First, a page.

times = t_min:t_max

# We must create a function for the system of ODEs.
# See the 'ode' function documentation for further insights.
SIR <- function(t, y, params) {
  with(as.list(c(params, y)), {
    
    dS = - beta * y[1] * y[2]
    
    dI = beta * y[1] * y[2] - gamma * y[2]
    
    dR = gamma * y[2]
    
    res <- c(dS,dI,dR)
    list(res)
  })
}

# Run the integration:
out <- ode(inits, times, SIR, params, method="ode45")

# Store the output in a data frame:
out <- data.frame(out)
colnames(out) <- c("time", "S", "I", "R")

# quick plot of the epidemic
plot(NA,NA, xlim = c(t_min, t_max), ylim=c(0, 1), xlab = "Time", ylab="Fraction of Host Population")
lines(out$S ~ out$time, col="black")
lines(out$I ~ out$time, col="red")
legend(x = 30, y = 0.8, legend = c("Susceptible", "Infected"), 
       col = c("black", "red"), lty = c(1, 1), bty="n")

center

The parameters represent a particularly virulent pathogen, where by the end of 50 days, most of the population has been infected and has died. This gives us the “true” epidemic dynamics of the system, from which we can simulate data that an ecologist might collect. For instance, an ecologist could go to the field and sample a given number of individuals from the population and figure out how many are infected. This could be repeated a number of times throughout the epidemic period, as follows:

sample_days = 20 # number of days sampled throughout the epidemic
sample_n = 25 # number of host individuals sampled per day

# Choose which days the samples were taken. 
# Ideally this would be daily, but we all know that is difficult.
sample_time = sort(sample(1:t_max, sample_days, replace=F))

# Extract the "true" fraction of the population that is infected on each of the sampled days:
sample_propinf = out[out$time %in% sample_time, 3]

# Generate binomially distributed data.
# So, on each day we sample a given number of people (sample_n), and measure how many are infected.
# We expect binomially distributed error in this estimate, hence the random number generation.
sample_y = rbinom(sample_days, sample_n, sample_propinf)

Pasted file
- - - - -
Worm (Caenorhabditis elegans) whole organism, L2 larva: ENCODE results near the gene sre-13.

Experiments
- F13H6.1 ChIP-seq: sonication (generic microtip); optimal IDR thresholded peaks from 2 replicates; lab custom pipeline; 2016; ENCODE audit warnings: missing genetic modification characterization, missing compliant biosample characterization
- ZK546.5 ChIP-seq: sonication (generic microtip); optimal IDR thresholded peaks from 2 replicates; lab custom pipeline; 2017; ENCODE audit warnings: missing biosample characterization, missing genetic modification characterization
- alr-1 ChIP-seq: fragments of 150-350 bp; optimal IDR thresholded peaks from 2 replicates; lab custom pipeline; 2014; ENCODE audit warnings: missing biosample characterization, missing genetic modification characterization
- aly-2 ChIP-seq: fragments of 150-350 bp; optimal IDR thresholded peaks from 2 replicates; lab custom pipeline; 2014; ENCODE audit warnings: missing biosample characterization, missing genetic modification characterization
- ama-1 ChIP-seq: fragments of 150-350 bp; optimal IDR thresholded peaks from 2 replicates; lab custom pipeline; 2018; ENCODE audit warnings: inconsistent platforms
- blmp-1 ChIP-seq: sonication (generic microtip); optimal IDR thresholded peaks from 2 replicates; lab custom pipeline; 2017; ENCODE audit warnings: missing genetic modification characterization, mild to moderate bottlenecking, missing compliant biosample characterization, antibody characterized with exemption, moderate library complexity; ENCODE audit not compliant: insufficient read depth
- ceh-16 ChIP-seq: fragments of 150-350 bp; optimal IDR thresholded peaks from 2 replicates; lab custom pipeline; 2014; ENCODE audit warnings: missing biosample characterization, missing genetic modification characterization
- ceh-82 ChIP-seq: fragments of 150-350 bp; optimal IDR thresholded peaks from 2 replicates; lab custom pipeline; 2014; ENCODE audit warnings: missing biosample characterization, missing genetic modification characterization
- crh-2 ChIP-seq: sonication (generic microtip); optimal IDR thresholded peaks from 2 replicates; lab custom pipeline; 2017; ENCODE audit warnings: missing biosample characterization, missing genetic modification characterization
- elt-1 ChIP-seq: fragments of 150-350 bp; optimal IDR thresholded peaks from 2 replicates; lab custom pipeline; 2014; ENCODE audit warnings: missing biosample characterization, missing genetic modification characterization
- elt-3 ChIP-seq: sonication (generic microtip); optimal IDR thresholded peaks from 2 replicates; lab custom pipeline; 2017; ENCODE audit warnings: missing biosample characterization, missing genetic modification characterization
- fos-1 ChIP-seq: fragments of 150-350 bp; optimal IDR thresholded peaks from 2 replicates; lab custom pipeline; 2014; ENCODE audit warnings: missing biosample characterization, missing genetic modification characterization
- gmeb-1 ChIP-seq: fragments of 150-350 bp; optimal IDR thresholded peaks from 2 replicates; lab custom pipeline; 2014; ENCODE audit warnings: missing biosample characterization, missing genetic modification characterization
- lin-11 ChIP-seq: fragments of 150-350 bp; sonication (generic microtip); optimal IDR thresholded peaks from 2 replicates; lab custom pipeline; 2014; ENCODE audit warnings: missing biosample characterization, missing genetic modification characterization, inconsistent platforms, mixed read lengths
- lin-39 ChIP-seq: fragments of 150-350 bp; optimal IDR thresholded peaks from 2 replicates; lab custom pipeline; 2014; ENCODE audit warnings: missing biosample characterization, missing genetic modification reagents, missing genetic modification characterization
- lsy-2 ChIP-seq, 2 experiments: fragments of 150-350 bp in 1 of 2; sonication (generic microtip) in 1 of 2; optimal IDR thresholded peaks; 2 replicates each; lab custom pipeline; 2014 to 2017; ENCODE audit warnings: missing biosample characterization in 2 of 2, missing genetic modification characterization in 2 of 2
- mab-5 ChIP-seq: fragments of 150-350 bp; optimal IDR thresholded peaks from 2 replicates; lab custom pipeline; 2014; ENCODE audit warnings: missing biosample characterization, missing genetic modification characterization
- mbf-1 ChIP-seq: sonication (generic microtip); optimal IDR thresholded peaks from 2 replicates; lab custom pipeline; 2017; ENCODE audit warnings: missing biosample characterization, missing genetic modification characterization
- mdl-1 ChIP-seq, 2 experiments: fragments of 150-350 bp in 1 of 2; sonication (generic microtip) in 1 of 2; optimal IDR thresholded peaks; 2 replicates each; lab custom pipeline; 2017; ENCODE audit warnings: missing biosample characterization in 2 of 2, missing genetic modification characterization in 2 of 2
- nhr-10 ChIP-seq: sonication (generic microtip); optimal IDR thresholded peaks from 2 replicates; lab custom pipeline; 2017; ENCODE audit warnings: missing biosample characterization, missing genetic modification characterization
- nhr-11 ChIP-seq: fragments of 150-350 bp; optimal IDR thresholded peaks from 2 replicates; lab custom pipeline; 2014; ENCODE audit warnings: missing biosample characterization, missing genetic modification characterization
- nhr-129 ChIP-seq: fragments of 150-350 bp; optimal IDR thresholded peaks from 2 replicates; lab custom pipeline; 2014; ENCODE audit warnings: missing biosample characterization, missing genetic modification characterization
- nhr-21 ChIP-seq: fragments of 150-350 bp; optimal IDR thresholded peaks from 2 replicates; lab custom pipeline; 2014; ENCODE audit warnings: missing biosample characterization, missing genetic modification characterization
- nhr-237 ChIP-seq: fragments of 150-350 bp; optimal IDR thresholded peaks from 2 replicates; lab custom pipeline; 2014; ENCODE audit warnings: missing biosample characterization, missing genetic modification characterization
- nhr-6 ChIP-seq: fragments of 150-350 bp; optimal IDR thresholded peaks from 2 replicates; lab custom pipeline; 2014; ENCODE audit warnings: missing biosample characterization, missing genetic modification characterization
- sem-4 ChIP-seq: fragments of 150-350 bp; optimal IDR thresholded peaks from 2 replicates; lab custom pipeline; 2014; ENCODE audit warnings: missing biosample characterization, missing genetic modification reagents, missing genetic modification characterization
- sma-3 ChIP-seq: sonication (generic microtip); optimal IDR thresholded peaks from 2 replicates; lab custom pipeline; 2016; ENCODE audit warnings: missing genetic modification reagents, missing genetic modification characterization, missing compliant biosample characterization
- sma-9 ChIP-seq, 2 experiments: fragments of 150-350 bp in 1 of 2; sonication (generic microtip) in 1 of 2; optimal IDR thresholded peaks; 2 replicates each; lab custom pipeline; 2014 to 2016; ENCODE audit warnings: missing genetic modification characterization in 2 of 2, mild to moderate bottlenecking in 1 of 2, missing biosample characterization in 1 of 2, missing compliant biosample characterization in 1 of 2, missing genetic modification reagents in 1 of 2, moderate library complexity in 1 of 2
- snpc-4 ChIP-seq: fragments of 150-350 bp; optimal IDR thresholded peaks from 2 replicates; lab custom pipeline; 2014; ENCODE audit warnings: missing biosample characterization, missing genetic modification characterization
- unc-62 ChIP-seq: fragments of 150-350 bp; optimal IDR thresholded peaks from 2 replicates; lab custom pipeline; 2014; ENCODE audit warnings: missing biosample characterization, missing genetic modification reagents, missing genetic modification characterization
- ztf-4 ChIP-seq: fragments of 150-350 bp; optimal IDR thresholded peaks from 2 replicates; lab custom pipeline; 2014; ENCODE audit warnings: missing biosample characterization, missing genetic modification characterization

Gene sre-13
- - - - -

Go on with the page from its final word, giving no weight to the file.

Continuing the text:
Now that we have some synthetic data, let’s fit the mechanistic model using the Stan MCMC sampling software. I would highly recommend consulting the Stan documentation for fitting ODEs, but I’ll do my best to annotate the model statement. In the model, we’ll estimate the two parameters of interest $\beta$ and $\gamma$, as well as the initial conditions, which were likely unknown in the field.

# The Stan model statement:
cat(
'
functions {
  
  // This largely follows the deSolve package, but also includes the x_r and x_i variables.
  // These variables are used in the background.
  
  real[] SI(real t,
            real[] y,
            real[] params,
            real[] x_r,
            int[] x_i) {
      
      real dydt[3];
      
      dydt[1] = - params[1] * y[1] * y[2];
      dydt[2] = params[1] * y[1] * y[2] - params[2] * y[2];
      dydt[3] = params[2] * y[2];
      
      return dydt;
    }
  
}

data {
  int<lower = 1> n_obs; // Number of days sampled
  int<lower = 1> n_params; // Number of model parameters
  int<lower = 1> n_difeq; // Number of differential equations in the system
  int<lower = 1> n_sample; // Number of hosts sampled at each time point.
  int<lower = 1> n_fake; // This is to generate "predicted"/"unsampled" data
  
  int y[n_obs]; // The binomially distributed data
  real t0; // Initial time point (zero)
  real ts[n_obs]; // Time points that were sampled
  
  real fake_ts[n_fake]; // Time points for "predicted"/"unsampled" data
}

transformed data {
  real x_r[0];
  int x_i[0];
}

parameters {
  real<lower = 0> params[n_params]; // Model parameters
  real<lower = 0, upper = 1> S0; // Initial fraction of hosts susceptible
}

transformed parameters{
  real y_hat[n_obs, n_difeq]; // Output from the ODE solver
  real y0[n_difeq]; // Initial conditions for both S and I

  y0[1] = S0;
  y0[2] = 1 - S0;
  y0[3] = 0;
  
  y_hat = integrate_ode_rk45(SI, y0, t0, ts, params, x_r, x_i);